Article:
I love to read and occasionally come across some statements I disagree with. Recently, I came across the following:
“ ‘Why’ questions result only in recriminations or accusations, burying my creative energies under tons of ‘shoulds’ and ‘oughts’ which leave me paralyzed with guilt or self-righteousness.”
“ ‘Why’ questions, like Harpies, suck out the blood of life.”
The context of these statements was keeping the imagination free so we can reflect on our thoughts and feelings in order to learn and grow our consciousness whether we are extroverted or introverted. The author added clarification of the type of questions we ask ourselves inside our heads like “Why am I stupid?” “Why am I inept?” Why am I misunderstood?” Further examples included, “Why did this happen to me?” and “Why did they behave like that?”
I’m not here to rip on the Author. There’s much of the book I agree with and relate to. Looking past the question to where its coming from, the “Why” question is not the issue in the above examples. The first examples the author gave had embedded judgements with the words “stupid,” “inept,” and “misunderstood.” The later examples had less judgement associated but still had a separation of questioner and external things being questioned. The separation of subject and object as well as the associated judgement we lace our questions are the issues not the word Why.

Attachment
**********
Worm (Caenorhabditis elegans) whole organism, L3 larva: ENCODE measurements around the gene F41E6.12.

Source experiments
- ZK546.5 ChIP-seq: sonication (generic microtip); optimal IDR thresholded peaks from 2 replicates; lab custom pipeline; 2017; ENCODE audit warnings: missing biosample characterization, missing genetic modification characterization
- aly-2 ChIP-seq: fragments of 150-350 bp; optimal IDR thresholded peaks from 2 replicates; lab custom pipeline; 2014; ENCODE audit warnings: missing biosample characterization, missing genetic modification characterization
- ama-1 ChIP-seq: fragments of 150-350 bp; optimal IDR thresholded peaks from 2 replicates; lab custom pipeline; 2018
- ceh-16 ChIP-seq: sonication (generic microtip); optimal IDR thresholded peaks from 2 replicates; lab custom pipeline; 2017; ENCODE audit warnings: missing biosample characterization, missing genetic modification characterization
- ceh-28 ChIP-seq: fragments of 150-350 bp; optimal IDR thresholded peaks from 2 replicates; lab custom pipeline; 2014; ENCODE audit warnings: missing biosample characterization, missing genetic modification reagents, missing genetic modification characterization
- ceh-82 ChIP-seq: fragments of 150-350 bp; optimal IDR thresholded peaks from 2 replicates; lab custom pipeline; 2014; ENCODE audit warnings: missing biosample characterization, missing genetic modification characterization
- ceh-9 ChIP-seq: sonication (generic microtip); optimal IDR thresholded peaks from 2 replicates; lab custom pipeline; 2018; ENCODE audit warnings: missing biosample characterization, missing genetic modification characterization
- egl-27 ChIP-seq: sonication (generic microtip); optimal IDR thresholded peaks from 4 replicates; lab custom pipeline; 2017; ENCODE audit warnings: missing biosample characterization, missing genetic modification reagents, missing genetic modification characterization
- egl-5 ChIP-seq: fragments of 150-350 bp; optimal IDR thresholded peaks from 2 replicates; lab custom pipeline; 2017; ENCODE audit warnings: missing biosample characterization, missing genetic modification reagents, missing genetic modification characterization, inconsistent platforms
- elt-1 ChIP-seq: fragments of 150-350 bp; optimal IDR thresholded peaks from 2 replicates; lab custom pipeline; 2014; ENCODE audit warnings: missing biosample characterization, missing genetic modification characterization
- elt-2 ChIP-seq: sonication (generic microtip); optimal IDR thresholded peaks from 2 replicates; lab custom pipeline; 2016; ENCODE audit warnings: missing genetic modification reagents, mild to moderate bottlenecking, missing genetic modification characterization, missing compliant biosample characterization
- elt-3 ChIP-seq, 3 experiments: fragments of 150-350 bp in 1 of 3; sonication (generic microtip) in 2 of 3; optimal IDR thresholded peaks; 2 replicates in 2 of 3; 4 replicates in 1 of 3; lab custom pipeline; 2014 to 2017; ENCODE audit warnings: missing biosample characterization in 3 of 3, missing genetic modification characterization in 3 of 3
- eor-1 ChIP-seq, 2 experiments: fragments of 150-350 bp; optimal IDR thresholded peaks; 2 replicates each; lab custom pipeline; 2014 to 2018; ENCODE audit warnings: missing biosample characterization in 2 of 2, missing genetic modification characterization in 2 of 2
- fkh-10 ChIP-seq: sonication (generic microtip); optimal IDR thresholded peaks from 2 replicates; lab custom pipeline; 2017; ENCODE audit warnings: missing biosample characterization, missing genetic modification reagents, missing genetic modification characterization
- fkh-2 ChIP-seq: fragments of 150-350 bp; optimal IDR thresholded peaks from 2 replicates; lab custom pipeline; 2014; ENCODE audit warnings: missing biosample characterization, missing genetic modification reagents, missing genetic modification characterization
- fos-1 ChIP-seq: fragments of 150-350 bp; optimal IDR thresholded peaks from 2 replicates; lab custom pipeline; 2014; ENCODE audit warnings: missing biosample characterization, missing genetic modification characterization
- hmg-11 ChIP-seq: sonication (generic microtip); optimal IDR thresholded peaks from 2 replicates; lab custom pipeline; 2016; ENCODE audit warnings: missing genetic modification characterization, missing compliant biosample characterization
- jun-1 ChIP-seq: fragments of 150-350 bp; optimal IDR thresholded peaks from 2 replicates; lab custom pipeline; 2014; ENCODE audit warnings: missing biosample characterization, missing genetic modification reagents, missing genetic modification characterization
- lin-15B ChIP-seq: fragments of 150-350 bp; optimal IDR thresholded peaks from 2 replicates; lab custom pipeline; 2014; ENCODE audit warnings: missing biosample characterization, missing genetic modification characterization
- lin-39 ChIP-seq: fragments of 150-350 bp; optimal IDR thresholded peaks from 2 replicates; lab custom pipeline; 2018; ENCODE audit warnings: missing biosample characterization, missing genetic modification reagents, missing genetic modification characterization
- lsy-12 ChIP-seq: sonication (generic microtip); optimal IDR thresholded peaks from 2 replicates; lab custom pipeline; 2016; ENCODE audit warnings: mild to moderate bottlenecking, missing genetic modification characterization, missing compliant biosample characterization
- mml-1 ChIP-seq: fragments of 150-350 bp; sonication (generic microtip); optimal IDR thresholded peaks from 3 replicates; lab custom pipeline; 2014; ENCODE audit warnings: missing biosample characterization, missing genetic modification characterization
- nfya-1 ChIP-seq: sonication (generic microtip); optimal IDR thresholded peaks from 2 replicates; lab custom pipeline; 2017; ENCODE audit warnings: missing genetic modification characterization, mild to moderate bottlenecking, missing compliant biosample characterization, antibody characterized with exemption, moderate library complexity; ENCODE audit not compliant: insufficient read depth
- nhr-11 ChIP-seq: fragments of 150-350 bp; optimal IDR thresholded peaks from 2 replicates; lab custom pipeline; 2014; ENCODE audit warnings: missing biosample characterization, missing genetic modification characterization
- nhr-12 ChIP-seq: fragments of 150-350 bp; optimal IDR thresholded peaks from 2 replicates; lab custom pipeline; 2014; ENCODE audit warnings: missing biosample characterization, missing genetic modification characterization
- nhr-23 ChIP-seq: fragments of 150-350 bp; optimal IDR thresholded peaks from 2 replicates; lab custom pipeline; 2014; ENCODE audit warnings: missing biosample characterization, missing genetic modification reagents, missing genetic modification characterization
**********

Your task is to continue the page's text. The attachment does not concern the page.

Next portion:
Why-questions are extremely important to managing the biz of you. Knowing why things happen allows us to take action to prevent recurrence of the undesirable things while encourage recurrence for those things we truly want in our life. Why questions certainly imply purpose and it’s easy for us to link the questions with judgements about the topic being questioned. We find only trouble when we associate judgements and separating ourselves from the environment around us. Thus, it is critical to realize when are are doing so.
So the question to ask is “Why am I judging myself?” or “Why am I separating myself from my environment?” Learning to reflect on ourselves and our connection with the environment using Why questions allows us to find the blood of life, fuel our creativity, and increase our consciousness.